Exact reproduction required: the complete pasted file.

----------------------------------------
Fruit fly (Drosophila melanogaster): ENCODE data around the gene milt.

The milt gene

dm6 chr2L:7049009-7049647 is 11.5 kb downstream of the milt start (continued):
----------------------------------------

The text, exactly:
Fruit fly (Drosophila melanogaster): ENCODE data around the gene milt.

The milt gene

dm6 chr2L:7049009-7049647 is 11.5 kb downstream of the milt start (continued):